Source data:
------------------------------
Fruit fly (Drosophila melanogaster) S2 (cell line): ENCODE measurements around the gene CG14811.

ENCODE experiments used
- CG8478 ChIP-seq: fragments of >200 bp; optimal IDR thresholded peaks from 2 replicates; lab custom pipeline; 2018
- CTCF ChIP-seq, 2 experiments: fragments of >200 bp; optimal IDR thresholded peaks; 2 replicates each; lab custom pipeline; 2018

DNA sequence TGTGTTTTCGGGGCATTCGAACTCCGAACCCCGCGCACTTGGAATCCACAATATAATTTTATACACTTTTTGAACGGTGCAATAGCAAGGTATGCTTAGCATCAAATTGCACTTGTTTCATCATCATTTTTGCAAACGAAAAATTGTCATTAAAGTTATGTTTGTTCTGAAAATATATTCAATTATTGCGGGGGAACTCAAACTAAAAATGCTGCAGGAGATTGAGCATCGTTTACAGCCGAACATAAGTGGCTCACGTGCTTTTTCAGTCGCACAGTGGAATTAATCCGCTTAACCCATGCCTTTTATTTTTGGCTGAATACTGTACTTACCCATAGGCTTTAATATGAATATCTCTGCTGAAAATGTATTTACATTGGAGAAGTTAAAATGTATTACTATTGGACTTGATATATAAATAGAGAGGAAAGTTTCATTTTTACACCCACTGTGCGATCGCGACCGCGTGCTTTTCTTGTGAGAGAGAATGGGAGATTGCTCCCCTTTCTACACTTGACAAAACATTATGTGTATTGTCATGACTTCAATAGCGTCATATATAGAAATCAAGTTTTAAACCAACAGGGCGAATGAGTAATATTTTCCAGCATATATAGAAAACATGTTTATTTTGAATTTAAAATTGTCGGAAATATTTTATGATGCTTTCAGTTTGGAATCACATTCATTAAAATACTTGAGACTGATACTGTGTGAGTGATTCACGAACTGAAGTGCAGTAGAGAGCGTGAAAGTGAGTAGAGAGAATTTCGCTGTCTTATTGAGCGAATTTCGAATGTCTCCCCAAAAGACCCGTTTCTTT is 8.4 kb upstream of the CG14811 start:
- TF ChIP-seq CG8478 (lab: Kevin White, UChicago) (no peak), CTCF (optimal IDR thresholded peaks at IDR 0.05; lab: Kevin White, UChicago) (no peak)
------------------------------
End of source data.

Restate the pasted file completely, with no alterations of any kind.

Fruit fly (Drosophila melanogaster) S2 (cell line): ENCODE measurements around the gene CG14811.

ENCODE experiments used
- CG8478 ChIP-seq: fragments of >200 bp; optimal IDR thresholded peaks from 2 replicates; lab custom pipeline; 2018
- CTCF ChIP-seq, 2 experiments: fragments of >200 bp; optimal IDR thresholded peaks; 2 replicates each; lab custom pipeline; 2018

DNA sequence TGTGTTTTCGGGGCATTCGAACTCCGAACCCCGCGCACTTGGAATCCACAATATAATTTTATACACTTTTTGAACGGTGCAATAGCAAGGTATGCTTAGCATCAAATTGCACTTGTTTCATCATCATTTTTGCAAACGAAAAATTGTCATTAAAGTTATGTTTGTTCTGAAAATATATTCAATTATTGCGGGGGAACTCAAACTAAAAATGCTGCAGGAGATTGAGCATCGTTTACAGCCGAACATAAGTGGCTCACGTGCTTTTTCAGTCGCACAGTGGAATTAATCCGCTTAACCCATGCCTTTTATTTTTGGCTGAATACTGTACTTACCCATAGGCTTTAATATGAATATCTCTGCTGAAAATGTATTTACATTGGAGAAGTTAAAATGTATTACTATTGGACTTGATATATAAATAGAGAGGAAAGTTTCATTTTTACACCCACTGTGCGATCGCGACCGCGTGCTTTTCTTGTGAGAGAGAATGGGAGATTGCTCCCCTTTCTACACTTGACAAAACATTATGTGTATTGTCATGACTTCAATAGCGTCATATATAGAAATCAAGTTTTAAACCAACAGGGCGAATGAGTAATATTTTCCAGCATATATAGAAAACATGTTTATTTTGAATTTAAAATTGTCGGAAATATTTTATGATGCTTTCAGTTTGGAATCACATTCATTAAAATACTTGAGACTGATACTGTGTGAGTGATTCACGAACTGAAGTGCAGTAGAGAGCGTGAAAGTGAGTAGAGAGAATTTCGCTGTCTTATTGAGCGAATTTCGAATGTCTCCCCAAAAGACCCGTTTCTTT is 8.4 kb upstream of the CG14811 start:
- TF ChIP-seq CG8478 (lab: Kevin White, UChicago) (no peak), CTCF (optimal IDR thresholded peaks at IDR 0.05; lab: Kevin White, UChicago) (no peak)